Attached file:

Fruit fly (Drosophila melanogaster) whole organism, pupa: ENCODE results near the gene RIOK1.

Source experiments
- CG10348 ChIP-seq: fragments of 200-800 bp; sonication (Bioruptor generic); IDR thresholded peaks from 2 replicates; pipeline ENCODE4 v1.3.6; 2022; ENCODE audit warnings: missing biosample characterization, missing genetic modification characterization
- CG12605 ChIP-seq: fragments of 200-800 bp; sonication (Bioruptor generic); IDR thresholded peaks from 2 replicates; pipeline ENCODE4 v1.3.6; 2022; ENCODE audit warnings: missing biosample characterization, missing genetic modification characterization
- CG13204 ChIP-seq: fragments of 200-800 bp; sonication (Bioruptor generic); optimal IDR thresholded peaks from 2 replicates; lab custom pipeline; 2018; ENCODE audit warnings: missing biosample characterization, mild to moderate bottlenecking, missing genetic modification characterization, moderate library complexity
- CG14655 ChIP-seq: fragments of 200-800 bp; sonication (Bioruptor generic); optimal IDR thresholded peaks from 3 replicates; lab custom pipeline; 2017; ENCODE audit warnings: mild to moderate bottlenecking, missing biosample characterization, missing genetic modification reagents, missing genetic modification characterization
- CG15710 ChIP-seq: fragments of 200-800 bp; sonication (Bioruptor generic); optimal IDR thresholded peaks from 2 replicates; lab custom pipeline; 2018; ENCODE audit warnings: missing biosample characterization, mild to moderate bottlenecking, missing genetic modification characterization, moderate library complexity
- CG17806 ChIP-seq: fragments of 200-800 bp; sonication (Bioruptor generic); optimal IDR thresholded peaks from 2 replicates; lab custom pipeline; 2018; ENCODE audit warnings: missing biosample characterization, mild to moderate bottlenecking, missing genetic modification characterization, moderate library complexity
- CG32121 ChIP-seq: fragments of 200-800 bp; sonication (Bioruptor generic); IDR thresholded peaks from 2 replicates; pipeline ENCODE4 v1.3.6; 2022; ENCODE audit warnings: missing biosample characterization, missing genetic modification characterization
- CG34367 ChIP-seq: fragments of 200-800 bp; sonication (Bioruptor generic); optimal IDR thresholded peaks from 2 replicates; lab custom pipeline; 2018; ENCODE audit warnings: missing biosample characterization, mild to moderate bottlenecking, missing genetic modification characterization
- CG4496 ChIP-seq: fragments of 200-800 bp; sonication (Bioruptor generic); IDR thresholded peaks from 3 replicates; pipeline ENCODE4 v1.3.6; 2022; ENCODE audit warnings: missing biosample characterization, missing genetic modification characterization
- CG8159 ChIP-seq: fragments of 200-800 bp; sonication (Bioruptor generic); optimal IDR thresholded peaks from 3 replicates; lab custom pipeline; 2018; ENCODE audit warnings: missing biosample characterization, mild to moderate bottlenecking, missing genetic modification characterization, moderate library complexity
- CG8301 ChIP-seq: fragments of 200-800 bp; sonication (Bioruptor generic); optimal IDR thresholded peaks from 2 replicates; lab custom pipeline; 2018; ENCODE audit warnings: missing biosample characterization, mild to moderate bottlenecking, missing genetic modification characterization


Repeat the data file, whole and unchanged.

Fruit fly (Drosophila melanogaster) whole organism, pupa: ENCODE results near the gene RIOK1.

Source experiments
- CG10348 ChIP-seq: fragments of 200-800 bp; sonication (Bioruptor generic); IDR thresholded peaks from 2 replicates; pipeline ENCODE4 v1.3.6; 2022; ENCODE audit warnings: missing biosample characterization, missing genetic modification characterization
- CG12605 ChIP-seq: fragments of 200-800 bp; sonication (Bioruptor generic); IDR thresholded peaks from 2 replicates; pipeline ENCODE4 v1.3.6; 2022; ENCODE audit warnings: missing biosample characterization, missing genetic modification characterization
- CG13204 ChIP-seq: fragments of 200-800 bp; sonication (Bioruptor generic); optimal IDR thresholded peaks from 2 replicates; lab custom pipeline; 2018; ENCODE audit warnings: missing biosample characterization, mild to moderate bottlenecking, missing genetic modification characterization, moderate library complexity
- CG14655 ChIP-seq: fragments of 200-800 bp; sonication (Bioruptor generic); optimal IDR thresholded peaks from 3 replicates; lab custom pipeline; 2017; ENCODE audit warnings: mild to moderate bottlenecking, missing biosample characterization, missing genetic modification reagents, missing genetic modification characterization
- CG15710 ChIP-seq: fragments of 200-800 bp; sonication (Bioruptor generic); optimal IDR thresholded peaks from 2 replicates; lab custom pipeline; 2018; ENCODE audit warnings: missing biosample characterization, mild to moderate bottlenecking, missing genetic modification characterization, moderate library complexity
- CG17806 ChIP-seq: fragments of 200-800 bp; sonication (Bioruptor generic); optimal IDR thresholded peaks from 2 replicates; lab custom pipeline; 2018; ENCODE audit warnings: missing biosample characterization, mild to moderate bottlenecking, missing genetic modification characterization, moderate library complexity
- CG32121 ChIP-seq: fragments of 200-800 bp; sonication (Bioruptor generic); IDR thresholded peaks from 2 replicates; pipeline ENCODE4 v1.3.6; 2022; ENCODE audit warnings: missing biosample characterization, missing genetic modification characterization
- CG34367 ChIP-seq: fragments of 200-800 bp; sonication (Bioruptor generic); optimal IDR thresholded peaks from 2 replicates; lab custom pipeline; 2018; ENCODE audit warnings: missing biosample characterization, mild to moderate bottlenecking, missing genetic modification characterization
- CG4496 ChIP-seq: fragments of 200-800 bp; sonication (Bioruptor generic); IDR thresholded peaks from 3 replicates; pipeline ENCODE4 v1.3.6; 2022; ENCODE audit warnings: missing biosample characterization, missing genetic modification characterization
- CG8159 ChIP-seq: fragments of 200-800 bp; sonication (Bioruptor generic); optimal IDR thresholded peaks from 3 replicates; lab custom pipeline; 2018; ENCODE audit warnings: missing biosample characterization, mild to moderate bottlenecking, missing genetic modification characterization, moderate library complexity
- CG8301 ChIP-seq: fragments of 200-800 bp; sonication (Bioruptor generic); optimal IDR thresholded peaks from 2 replicates; lab custom pipeline; 2018; ENCODE audit warnings: missing biosample characterization, mild to moderate bottlenecking, missing genetic modification characterization